I already knew the closing part of the route from the 2007 Giro, and I knew it would be difficult. That was it: after 12 years as a professional, it would be “another day at the office” as they say in the peloton. I had no intuition as to what would really happen to me that day.
Back then, I was riding for the Rabobank team and it was my third Giro d’Italia. I didn’t consider myself to be an expert, but I knew a few Corsa Rosa secrets. I also had a soft spot for the race, given that I made my Grand Tour debut there in 1998 as a neo-pro.
My team-mate Denis Menchov had already won one of the seven stages ridden up to that point. That I know, but the reality is that I don’t really have any clear memory of it; perhaps just a little flashback where, as I’m crossing the line, I see Denis on the top of the podium lorry, receiving his prize as stage winner.
Alongside another team-mate, I stop, gesticulating and shouting words of congratulations. However, Denis being the good, cold Russian that he is, doesn’t break podium protocol to give us a hug and he keeps it low-key, thanking us with a smile. I don’t know if this really happened or if it’s just a figment of my imagination, but both of those alternatives are as valid as each other.
On the way to Bergamo, Denis was already lying fifth overall. It was no secret that he was one of the favourites to win the race and we were right behind him. All of our team’s energy centred on helping him to succeed and everything was going well.
I felt ready for the stage, yes, that one’s a real memory. Sat on the team bus next to Mauricio [Ardila], my roommate, I was reading a book as we travelled to the stage start. Then, as we descended a hairpin bend to the right, a car – I swear that it was a red Fiat Panda – braked suddenly, and due to the tight nature of the bend, was forced to reverse so our bus could pass.
A strange thing to remember, absurd and unimportant even, but also unique, as I don’t believe that any of the others who were there still keep it somewhere in their memory. For me, though, it remains an important recollection. Being the last thing I really remember, it carries symbolic weight. After that, nothing. Or perhaps a lot, both alternatives are as valid as each other. An indescribable blinding light accompanied by a feeling of infinite emptiness, and something white, all white. A white-stained nothingness.
We often refer to a bad or disastrous day as a dark one. The kind of dark that surrounded my family, team and friends that day, all the while ignoring the fact that I was swimming in white. And it isn’t some kind of metaphor, which is why I wrote earlier that this is something for which nobody can prepare you. A dazzling, shiny and pure white, but at the same time cold and enigmatic. A sort of deaf white, if you like, that’s if a colour can have sound.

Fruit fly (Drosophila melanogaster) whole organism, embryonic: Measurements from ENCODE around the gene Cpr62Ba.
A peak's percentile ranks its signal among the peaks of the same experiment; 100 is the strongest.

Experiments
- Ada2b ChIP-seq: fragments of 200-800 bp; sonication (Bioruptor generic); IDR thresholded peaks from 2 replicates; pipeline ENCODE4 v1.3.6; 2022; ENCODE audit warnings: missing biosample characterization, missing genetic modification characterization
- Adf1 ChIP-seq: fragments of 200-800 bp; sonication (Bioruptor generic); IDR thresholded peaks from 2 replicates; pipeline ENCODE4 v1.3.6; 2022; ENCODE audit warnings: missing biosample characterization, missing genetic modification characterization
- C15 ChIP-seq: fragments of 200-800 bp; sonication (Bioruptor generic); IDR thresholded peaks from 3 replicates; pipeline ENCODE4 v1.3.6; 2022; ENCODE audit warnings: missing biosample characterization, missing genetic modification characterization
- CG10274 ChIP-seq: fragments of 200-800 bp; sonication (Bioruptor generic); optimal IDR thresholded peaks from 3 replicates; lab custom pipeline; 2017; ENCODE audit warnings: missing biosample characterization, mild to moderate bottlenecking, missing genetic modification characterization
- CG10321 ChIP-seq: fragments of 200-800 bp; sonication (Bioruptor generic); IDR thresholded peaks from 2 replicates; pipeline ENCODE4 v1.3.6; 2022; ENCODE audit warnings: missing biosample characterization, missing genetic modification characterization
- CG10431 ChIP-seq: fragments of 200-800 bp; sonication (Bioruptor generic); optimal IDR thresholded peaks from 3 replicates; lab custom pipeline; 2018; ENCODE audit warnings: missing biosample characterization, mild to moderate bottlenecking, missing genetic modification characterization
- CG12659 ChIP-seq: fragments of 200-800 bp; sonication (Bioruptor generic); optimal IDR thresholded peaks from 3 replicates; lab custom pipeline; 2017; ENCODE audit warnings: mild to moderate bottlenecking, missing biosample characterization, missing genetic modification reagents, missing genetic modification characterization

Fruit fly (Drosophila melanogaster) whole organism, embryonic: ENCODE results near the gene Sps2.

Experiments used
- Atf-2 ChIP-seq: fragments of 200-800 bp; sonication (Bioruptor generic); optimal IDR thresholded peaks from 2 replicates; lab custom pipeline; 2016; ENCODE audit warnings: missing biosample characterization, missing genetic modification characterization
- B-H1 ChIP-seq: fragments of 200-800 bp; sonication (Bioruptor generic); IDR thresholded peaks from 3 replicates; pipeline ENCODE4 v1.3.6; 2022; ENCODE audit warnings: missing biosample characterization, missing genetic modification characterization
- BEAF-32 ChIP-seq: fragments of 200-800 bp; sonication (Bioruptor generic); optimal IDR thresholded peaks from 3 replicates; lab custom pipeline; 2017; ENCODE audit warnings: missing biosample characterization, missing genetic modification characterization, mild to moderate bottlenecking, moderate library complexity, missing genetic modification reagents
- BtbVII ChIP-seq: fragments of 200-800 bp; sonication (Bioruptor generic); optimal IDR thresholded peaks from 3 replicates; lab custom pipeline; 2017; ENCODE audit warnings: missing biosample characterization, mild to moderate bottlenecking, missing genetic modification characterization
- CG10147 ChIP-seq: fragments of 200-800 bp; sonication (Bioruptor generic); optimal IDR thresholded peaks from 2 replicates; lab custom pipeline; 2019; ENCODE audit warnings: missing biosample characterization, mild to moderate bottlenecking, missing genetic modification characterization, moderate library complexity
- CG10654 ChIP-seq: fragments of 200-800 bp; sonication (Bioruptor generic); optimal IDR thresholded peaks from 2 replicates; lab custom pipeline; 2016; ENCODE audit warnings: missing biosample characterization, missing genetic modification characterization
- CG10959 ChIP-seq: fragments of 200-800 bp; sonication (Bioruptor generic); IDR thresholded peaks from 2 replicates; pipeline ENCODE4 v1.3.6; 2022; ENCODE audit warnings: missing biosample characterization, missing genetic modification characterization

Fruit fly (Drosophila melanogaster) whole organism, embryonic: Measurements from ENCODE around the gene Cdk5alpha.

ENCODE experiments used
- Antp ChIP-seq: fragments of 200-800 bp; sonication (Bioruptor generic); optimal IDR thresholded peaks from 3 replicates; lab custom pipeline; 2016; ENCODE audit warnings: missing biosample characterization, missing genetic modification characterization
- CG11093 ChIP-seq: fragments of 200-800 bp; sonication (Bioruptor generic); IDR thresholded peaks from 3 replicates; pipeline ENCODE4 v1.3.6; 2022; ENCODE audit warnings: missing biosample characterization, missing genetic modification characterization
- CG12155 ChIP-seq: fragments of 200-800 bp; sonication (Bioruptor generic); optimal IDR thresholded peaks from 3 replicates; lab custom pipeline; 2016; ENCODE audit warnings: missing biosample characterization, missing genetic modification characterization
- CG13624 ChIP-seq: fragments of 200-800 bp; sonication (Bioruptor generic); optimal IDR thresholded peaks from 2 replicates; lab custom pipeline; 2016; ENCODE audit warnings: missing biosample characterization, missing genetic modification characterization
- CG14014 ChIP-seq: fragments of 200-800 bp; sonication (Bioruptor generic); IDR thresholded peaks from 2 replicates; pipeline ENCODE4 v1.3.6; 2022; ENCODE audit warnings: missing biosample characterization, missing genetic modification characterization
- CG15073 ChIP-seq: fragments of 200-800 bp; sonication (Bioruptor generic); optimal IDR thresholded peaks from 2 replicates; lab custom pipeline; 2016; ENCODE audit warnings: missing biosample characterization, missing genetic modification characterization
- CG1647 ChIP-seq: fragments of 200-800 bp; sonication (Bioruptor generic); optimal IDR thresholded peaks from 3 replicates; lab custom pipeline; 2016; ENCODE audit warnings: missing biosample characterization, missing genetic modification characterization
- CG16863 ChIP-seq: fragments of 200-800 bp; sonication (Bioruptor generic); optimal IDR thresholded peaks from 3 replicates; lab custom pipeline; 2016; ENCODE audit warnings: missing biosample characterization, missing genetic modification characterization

I remember wandering around a place without a horizon beyond the whiteness, advancing without having any reference point to give me any certainty of actually doing so. White everywhere; up, down, to the sides – 360 degrees of white. A calm, relaxing white, but one that at the same time felt murky and claustrophobic; trapped in a limitless space.
I moved through it walking, running – ‘what are you doing, why are you running? Don’t you realise that you move forward at the same pace running as you do walking?’ – so I wasn’t really moving. ‘Where am I? What am I doing here? Why am I here? What do I have to do…?’
I don’t know how long that whiteness lasted, although I know it was a long time, exactly the number of days I was in a coma (many days, but not even I could point to a precise duration). It could have been a side effect of the morphine dose that helped put me into a coma, just as others affirm that it’s a mystical memory of an out-of-body experience.
I’m not sure now and I’ll never know with any certainty, in fact I’d rather forget it. What I do know is that the transition away from white and back to a world of colour was a gradual one.
As I opened my eyes, I moved from that glacial, serene shade to one that was warmer but blinding. Like an Eskimo, I could pick out thousands of different tones of white. Colour returned when I was able to look away from the fluorescent lights on the ceiling of the resuscitation room at Bergamo hospital.
My position, immobile, forced me to look directly at them, but my eye muscles disobeyed their orders. I closed my eyes, thinking that it was similar to the sun – it gives us light but we can’t look directly at it. However, when you’re blinded by its rays, I thought, it leaves dark stains across your vision, stains that I couldn’t pick out anywhere.
With that colour came the angst and will to escape. I didn’t know who or where I was, nor what was happening. The only thing I knew was that I had to get out, without knowing where to or why. My only objective was to escape, but not a single part of my body reacted to the orders I gave.
The full length version of this article was originally published in Rouleur 19.3, our 2019 Giro d’Italia special. Download the Rouleur app to read it now